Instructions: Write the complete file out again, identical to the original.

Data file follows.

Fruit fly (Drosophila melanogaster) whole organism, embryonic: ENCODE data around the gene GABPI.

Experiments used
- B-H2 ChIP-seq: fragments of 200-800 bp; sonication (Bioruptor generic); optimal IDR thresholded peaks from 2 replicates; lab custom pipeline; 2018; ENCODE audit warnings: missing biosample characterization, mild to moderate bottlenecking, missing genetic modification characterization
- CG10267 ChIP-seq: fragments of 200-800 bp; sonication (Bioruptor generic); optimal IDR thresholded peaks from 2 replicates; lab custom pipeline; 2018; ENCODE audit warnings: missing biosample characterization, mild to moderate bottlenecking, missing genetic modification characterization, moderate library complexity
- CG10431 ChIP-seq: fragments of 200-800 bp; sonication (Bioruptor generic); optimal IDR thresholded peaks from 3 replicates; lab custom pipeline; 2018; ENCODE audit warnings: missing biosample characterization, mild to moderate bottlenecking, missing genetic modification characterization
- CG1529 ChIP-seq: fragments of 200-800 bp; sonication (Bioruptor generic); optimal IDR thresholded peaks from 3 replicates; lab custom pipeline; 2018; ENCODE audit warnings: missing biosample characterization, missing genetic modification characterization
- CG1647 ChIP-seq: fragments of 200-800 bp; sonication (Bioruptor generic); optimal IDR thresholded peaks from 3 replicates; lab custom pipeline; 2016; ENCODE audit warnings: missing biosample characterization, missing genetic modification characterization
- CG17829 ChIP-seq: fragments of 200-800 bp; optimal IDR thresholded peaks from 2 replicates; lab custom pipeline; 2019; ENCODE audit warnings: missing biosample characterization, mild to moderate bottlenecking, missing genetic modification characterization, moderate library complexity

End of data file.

Fruit fly (Drosophila melanogaster) whole organism, embryonic: ENCODE data around the gene GABPI.

Experiments used
- B-H2 ChIP-seq: fragments of 200-800 bp; sonication (Bioruptor generic); optimal IDR thresholded peaks from 2 replicates; lab custom pipeline; 2018; ENCODE audit warnings: missing biosample characterization, mild to moderate bottlenecking, missing genetic modification characterization
- CG10267 ChIP-seq: fragments of 200-800 bp; sonication (Bioruptor generic); optimal IDR thresholded peaks from 2 replicates; lab custom pipeline; 2018; ENCODE audit warnings: missing biosample characterization, mild to moderate bottlenecking, missing genetic modification characterization, moderate library complexity
- CG10431 ChIP-seq: fragments of 200-800 bp; sonication (Bioruptor generic); optimal IDR thresholded peaks from 3 replicates; lab custom pipeline; 2018; ENCODE audit warnings: missing biosample characterization, mild to moderate bottlenecking, missing genetic modification characterization
- CG1529 ChIP-seq: fragments of 200-800 bp; sonication (Bioruptor generic); optimal IDR thresholded peaks from 3 replicates; lab custom pipeline; 2018; ENCODE audit warnings: missing biosample characterization, missing genetic modification characterization
- CG1647 ChIP-seq: fragments of 200-800 bp; sonication (Bioruptor generic); optimal IDR thresholded peaks from 3 replicates; lab custom pipeline; 2016; ENCODE audit warnings: missing biosample characterization, missing genetic modification characterization
- CG17829 ChIP-seq: fragments of 200-800 bp; optimal IDR thresholded peaks from 2 replicates; lab custom pipeline; 2019; ENCODE audit warnings: missing biosample characterization, mild to moderate bottlenecking, missing genetic modification characterization, moderate library complexity